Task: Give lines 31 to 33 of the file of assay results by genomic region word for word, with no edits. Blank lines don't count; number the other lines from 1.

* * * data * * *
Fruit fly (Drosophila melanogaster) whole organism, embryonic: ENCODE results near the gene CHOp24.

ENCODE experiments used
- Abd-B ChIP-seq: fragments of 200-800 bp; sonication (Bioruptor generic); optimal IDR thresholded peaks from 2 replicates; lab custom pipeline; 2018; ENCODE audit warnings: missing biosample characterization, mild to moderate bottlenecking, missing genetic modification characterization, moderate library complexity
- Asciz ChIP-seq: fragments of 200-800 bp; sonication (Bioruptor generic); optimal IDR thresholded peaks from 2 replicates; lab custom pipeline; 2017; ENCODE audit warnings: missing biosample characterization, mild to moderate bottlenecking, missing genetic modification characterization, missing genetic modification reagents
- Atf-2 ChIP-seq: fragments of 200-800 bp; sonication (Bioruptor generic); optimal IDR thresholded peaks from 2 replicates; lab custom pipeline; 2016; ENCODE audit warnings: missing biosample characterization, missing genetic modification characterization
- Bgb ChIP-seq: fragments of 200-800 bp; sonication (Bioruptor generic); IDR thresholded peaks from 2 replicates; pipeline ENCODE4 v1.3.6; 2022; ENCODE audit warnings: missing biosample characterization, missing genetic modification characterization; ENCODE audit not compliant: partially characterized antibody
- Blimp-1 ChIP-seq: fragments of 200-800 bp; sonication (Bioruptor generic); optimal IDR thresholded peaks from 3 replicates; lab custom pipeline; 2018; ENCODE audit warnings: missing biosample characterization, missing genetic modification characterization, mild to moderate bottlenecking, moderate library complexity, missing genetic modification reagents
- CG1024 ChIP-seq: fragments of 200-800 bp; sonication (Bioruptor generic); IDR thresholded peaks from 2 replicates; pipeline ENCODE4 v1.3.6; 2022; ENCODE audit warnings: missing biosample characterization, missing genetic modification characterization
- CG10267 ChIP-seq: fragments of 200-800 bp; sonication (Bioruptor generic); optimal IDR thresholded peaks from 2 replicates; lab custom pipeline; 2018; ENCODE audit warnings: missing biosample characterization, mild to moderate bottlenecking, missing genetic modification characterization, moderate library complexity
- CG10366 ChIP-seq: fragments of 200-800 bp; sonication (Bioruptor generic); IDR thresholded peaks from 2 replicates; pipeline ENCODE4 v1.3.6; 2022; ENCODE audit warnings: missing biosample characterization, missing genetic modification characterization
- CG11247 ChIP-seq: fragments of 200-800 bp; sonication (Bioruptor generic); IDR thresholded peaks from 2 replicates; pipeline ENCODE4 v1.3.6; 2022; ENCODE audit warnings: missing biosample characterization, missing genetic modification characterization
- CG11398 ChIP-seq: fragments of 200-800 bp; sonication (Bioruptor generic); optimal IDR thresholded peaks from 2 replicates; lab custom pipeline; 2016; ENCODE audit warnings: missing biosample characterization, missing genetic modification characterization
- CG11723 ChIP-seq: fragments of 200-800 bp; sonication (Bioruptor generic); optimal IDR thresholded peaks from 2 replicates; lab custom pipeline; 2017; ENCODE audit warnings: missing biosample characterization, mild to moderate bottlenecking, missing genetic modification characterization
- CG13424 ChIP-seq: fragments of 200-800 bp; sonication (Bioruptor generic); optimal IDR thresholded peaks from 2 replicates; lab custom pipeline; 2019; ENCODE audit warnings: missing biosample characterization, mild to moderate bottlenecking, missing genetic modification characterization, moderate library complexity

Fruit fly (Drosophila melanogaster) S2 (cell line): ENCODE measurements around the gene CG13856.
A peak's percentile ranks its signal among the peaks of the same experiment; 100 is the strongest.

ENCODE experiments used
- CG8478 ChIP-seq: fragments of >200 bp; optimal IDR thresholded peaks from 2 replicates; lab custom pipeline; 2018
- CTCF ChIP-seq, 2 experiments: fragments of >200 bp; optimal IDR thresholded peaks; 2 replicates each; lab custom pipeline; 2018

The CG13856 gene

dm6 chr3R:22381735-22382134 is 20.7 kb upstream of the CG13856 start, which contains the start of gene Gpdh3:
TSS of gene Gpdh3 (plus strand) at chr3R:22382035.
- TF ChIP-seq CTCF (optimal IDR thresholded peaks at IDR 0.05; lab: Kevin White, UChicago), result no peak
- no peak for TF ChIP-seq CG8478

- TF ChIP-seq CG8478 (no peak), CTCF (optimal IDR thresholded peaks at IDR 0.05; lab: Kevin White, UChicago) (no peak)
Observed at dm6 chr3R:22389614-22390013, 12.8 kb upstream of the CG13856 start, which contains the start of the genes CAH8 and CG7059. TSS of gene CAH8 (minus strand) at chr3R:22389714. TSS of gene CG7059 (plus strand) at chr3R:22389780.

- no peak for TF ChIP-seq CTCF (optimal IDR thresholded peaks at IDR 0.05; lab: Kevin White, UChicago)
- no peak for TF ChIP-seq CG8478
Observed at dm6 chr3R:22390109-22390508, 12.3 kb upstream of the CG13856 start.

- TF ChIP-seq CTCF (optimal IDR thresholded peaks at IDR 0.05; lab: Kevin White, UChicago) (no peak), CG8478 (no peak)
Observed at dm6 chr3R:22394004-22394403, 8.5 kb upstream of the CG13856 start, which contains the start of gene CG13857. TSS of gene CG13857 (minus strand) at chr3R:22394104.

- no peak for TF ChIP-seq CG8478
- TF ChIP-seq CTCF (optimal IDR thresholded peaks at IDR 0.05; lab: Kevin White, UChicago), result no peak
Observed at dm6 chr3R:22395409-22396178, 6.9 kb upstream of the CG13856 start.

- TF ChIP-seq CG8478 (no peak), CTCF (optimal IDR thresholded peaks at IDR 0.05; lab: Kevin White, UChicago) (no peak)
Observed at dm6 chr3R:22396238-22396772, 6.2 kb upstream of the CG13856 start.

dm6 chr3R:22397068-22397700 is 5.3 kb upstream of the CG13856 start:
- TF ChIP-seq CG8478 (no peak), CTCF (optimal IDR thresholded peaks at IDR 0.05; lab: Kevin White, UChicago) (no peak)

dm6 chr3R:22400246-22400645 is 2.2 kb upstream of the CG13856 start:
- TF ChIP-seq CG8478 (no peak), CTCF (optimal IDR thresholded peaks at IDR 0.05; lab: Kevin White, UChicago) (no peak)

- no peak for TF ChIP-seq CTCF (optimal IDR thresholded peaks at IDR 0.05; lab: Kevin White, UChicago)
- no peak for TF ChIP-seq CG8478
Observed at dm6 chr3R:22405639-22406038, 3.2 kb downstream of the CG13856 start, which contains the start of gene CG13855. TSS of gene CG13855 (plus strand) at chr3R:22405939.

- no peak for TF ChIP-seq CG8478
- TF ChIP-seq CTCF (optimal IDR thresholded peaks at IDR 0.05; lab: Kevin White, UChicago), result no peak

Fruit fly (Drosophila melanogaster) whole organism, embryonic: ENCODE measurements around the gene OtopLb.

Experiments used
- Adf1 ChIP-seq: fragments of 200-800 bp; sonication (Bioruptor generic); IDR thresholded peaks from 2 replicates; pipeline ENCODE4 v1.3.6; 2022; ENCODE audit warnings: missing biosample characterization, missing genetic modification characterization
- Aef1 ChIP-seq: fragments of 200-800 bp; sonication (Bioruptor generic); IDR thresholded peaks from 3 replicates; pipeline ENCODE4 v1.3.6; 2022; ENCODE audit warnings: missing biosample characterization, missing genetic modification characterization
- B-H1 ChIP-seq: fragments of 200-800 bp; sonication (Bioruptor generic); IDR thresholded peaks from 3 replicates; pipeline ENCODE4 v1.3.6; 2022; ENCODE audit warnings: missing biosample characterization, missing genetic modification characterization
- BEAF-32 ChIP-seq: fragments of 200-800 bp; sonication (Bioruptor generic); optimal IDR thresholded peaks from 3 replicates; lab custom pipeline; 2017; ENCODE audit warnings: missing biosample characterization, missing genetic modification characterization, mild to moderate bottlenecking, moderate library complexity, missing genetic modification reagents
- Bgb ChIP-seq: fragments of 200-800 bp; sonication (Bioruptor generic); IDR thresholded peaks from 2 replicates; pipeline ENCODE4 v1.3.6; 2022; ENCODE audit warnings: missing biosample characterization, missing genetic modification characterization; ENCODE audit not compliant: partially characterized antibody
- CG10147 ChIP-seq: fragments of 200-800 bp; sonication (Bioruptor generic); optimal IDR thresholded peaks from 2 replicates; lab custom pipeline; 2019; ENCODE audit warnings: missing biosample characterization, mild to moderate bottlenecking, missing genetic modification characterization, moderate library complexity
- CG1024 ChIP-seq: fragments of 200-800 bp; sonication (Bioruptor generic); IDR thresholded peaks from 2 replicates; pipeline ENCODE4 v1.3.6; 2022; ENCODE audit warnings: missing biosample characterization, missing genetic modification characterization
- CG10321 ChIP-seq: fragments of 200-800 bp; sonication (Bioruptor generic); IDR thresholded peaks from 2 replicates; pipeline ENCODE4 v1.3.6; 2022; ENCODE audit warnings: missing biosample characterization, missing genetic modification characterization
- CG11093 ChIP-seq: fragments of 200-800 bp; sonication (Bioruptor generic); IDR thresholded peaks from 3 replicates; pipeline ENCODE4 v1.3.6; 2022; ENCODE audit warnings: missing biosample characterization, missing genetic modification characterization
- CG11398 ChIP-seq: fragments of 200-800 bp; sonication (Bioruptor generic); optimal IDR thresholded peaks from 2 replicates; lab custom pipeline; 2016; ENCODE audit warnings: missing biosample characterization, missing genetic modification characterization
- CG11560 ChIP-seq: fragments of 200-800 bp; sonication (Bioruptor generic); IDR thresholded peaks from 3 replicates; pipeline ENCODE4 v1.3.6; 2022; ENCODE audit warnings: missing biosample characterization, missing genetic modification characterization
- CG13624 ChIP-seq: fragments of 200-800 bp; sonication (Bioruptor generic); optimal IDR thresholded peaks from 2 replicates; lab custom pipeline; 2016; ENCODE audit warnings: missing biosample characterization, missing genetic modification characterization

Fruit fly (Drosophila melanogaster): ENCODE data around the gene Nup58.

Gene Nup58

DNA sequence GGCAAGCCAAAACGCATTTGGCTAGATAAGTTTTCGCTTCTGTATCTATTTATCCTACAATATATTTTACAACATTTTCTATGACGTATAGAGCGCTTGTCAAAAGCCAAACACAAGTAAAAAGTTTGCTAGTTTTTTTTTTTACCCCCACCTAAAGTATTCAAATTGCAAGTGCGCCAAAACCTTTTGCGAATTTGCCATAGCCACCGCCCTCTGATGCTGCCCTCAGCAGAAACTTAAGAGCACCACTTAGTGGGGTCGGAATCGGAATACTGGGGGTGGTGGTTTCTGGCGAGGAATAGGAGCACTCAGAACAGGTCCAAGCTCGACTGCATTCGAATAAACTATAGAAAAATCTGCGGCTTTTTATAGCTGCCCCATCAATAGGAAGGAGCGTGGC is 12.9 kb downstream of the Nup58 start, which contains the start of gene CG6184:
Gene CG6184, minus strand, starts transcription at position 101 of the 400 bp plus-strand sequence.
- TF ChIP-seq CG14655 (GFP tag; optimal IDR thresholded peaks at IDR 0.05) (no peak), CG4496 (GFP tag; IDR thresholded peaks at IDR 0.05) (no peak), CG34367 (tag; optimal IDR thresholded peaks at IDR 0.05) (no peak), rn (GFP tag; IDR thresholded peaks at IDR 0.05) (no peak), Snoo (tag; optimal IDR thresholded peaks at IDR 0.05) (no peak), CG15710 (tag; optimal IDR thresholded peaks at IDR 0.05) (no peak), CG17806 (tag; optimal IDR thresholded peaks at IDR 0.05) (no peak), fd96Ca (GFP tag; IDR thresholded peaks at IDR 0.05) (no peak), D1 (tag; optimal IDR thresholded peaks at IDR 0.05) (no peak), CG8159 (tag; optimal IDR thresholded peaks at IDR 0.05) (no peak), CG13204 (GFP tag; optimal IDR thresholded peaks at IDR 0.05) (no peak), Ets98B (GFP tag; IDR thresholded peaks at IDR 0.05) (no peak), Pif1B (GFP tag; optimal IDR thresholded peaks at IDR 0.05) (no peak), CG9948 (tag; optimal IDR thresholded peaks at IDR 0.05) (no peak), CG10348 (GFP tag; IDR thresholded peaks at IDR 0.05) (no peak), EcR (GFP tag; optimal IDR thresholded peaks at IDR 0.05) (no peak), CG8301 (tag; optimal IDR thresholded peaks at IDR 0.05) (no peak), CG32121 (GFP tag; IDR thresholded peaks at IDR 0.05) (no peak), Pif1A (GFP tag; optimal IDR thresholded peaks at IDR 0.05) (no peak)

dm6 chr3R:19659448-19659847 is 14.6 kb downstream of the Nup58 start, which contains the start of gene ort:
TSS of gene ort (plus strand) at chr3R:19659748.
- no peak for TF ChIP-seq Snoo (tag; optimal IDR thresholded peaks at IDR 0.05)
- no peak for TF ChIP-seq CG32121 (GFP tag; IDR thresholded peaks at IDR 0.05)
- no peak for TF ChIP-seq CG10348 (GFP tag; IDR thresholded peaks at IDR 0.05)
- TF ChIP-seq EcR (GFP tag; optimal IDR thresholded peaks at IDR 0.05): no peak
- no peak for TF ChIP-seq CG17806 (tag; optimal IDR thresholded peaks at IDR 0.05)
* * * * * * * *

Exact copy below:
Observed at dm6 chr3R:22394004-22394403, 8.5 kb upstream of the CG13856 start, which contains the start of gene CG13857. TSS of gene CG13857 (minus strand) at chr3R:22394104.

- no peak for TF ChIP-seq CG8478
- TF ChIP-seq CTCF (optimal IDR thresholded peaks at IDR 0.05; lab: Kevin White, UChicago), result no peak